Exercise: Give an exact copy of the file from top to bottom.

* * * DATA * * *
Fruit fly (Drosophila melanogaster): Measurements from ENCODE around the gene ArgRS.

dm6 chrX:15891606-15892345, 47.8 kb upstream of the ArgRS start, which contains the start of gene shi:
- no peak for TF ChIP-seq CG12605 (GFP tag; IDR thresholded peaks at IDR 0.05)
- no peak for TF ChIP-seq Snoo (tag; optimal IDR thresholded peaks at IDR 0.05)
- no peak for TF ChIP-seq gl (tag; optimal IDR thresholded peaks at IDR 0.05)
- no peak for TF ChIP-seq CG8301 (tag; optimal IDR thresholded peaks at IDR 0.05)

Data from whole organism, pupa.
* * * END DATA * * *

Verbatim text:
Fruit fly (Drosophila melanogaster): Measurements from ENCODE around the gene ArgRS.

dm6 chrX:15891606-15892345, 47.8 kb upstream of the ArgRS start, which contains the start of gene shi:
- no peak for TF ChIP-seq CG12605 (GFP tag; IDR thresholded peaks at IDR 0.05)
- no peak for TF ChIP-seq Snoo (tag; optimal IDR thresholded peaks at IDR 0.05)
- no peak for TF ChIP-seq gl (tag; optimal IDR thresholded peaks at IDR 0.05)
- no peak for TF ChIP-seq CG8301 (tag; optimal IDR thresholded peaks at IDR 0.05)

Data from whole organism, pupa.